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Ten Under $10
Zip through otherworldly wormholes at the Smithsonian, shuck oysters in St. Mary’s County, and peer out at Russia from your back yard (no, really) with this week’s Ten Under $10. By Eliot Stein
Comments () | Published October 14, 2009
1. In only the 12th time since 1980 that Richard Nixon’s presidential tapes have been opened to the public, visitors can hear him negotiate a peace treaty with the Vietnamese government, arrange for American POWs to be returned home, and listen to statements made during the Watergate trial. Listening stations are free but available on a first-come, first-served basis. The tapes are available weekdays from 9 to 5, and you’ll need a photo ID to get them. National Archives at College Park.

2. For a new take on an old story, head to the AFI Silver Theatre Thursday at 7:30 for a free screening of Schmatta: Rags to Riches to Rags. This roller-coaster tale of labor and greed is an official selection at the 2009 Toronto Film Festival and chronicles the once-robust United States manufacturing industry and its relationship with unions and governments. Tickets are available at the box office starting Thursday at noon, limit two per person.

3. Find your grungiest flannel shirt, most inflatable Reebok pumps, and cutest denim overalls, because Dahlak Restaurant (1770 U St., NW) is bringing back the best of the ’90s at a free Peach Pit Dance Party on Thursday. Doors open at 10. For more information, whip out your oversize Zack Morris cell phone and call 202-332-2110.

4. Grab your kids, a date, or a complete stranger and zip through otherworldly wormholes, watch tornadoes rip through valleys, and strap yourself into an F-15 fighter plane at the National Air and Space Museum’s IMAX theater and planetarium this weekend. Admission to the museum is free, and seven of the nine films cost $8.75 for adults, $7.75 for seniors, and $7.25 for children, and the other two films are free. For details and showtimes, click here.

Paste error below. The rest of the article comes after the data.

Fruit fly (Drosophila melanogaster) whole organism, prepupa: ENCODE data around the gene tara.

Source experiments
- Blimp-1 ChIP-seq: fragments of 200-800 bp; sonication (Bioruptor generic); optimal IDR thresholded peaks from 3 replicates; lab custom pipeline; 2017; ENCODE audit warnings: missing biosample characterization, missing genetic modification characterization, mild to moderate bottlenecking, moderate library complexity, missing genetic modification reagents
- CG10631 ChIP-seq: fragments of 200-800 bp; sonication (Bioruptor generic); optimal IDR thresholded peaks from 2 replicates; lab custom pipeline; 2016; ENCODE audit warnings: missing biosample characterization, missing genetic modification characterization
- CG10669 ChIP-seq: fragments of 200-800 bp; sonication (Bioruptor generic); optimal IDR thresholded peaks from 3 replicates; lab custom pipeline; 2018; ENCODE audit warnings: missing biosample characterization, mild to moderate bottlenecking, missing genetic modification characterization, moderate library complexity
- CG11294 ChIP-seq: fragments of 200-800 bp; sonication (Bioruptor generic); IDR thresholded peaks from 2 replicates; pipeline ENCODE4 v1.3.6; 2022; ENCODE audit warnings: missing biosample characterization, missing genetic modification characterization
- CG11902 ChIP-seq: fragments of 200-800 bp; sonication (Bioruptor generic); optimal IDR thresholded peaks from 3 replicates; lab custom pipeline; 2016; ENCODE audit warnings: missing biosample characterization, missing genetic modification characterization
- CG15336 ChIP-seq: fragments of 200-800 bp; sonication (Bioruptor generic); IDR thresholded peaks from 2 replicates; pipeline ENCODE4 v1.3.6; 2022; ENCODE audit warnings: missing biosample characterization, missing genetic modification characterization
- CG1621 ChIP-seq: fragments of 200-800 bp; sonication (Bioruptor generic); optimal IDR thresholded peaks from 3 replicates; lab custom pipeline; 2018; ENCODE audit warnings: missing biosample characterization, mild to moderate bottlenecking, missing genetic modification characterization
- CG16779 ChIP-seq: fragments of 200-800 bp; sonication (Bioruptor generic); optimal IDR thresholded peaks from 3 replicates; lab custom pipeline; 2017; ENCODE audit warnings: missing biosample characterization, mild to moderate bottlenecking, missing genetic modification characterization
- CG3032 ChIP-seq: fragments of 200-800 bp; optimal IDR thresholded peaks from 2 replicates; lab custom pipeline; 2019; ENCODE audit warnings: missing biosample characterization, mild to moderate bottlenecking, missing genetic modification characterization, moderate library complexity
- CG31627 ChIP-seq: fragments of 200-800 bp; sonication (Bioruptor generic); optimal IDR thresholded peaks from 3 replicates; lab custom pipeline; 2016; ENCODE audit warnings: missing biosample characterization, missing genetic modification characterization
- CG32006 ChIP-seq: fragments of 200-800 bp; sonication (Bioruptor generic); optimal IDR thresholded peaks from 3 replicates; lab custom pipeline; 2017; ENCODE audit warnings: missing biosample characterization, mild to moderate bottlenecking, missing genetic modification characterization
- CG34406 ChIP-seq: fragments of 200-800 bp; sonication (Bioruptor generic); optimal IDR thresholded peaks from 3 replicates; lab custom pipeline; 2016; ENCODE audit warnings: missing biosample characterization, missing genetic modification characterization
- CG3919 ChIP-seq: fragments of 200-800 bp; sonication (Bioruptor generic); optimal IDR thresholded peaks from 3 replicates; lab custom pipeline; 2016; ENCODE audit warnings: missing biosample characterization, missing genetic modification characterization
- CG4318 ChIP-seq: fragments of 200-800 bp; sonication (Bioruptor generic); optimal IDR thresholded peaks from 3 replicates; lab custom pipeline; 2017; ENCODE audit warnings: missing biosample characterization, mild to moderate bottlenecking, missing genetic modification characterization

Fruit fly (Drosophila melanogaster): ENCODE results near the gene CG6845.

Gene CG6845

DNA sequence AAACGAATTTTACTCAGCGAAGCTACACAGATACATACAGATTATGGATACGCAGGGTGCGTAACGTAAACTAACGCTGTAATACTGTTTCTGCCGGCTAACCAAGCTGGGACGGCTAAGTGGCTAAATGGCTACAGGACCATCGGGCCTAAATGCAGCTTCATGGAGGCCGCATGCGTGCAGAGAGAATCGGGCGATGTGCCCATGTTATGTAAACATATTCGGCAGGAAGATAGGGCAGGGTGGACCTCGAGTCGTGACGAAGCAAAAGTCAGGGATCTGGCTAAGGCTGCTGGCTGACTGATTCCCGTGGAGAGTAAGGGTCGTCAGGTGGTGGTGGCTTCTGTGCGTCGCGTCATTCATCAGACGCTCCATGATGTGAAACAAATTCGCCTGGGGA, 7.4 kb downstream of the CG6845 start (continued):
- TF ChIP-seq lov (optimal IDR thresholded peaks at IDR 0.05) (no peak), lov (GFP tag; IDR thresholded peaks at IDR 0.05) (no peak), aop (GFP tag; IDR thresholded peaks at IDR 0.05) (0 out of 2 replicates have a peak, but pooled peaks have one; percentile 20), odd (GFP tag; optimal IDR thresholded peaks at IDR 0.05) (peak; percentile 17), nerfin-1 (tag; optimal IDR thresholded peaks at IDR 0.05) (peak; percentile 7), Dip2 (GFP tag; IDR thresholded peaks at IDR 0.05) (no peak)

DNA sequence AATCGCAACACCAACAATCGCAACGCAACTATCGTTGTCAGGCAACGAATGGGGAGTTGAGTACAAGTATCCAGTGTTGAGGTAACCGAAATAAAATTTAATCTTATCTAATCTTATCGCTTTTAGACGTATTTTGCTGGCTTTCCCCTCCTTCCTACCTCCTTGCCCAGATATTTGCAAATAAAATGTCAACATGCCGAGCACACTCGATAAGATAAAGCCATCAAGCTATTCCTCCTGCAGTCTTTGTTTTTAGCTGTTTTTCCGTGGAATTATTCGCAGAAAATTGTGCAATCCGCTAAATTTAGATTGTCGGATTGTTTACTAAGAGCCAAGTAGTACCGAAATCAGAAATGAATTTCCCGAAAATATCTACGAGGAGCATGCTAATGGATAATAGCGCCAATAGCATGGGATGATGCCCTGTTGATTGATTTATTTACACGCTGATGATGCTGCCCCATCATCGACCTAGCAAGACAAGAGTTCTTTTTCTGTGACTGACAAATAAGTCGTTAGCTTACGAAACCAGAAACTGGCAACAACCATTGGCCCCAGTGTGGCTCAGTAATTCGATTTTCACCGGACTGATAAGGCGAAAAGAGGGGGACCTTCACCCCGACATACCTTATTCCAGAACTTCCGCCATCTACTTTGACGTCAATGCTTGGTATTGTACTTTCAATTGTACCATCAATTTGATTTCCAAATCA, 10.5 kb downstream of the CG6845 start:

5. The 42nd annual St. Mary’s County Oyster Festival marks the official beginning of oyster season and celebrates the harvest of one of the Chesapeake Bay’s most prized commodities. Where else will $5 admission get you live music and access to oyster shucking and oyster-cookoff competitions plus a variety of seafood vendors? The weekend festivities, held at the St. Mary’s County Fairgrounds (42455 Fairgrounds Rd., Leonardtown), kick off Saturday at 10 and Sunday at 11. Click here for more info.

6. Which dead congressman haunts the Capitol dome? What representative’s ghost is famous for levitating grand pianos? And who was allegedly invited to dinner—as the main course? Learn the scandalous, sinful, and supernatural side of the Congressional Cemetery on a free tour Saturday at 11, 11:30, noon, and 12:30.

7. Want to see Russia from your house? You could hop aboard your spouse’s snowmobile and peer through a high-powered telescope or just head to the free annual St. Nicholas Festival (3500 Massachusetts Ave., NW). Real mavericks can nibble on borscht, listen to gusli players, and tour an Orthodox cathedral while celebrating Washington’s Russian, Serbian, and Georgian culture. Those fancying something closer to home can try the festival’s lamb spit served on pita bread and drizzled with a “Redskins marinade.” Saturday 11 to 8, Sunday 11 to 5.

8. Help blow out the 234 candles at the Navy’s birthday party with a free concert at DAR Constitution Hall on Saturday at 8. Hosted by chief of naval operations Admiral Gary Roughead, the US Navy Band and a country/bluegrass group will perform this year with the theme “Total Force . . . Total Performance.” To reserve tickets, e-mail navyband.publicaffairs@navy.mi.

9. Save your money on a Conestoga-wagon ticket and head to the Corcoran’s “Nature as Nation” exhibit Sunday for your last chance to marvel at the country’s best collection of 19th-century American landscape painting.  The exhibit features work by George Inness, Frederic Edwin Church, and Albert Bierstadt, among others. The museum is open from 10 to 5. Admission is $10 for adults, $8 for students with a valid ID, and free for children 12 and under.

10. Throw up that Boy Scout salute at Notaviva Vineyards Sunday during its all-you-can-eat s’mores day from 11 to 7. For $8, you can have as many marshmallows, chocolate, and cookies as you want—all you have to do is find a stick on the vineyard’s estate. Wines will also be on hand and cost $20 to $24 a bottle.

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Posted at 01:01 PM/ET, 10/14/2009 RSS | Print | Permalink | Comments () | Washingtonian.com Blogs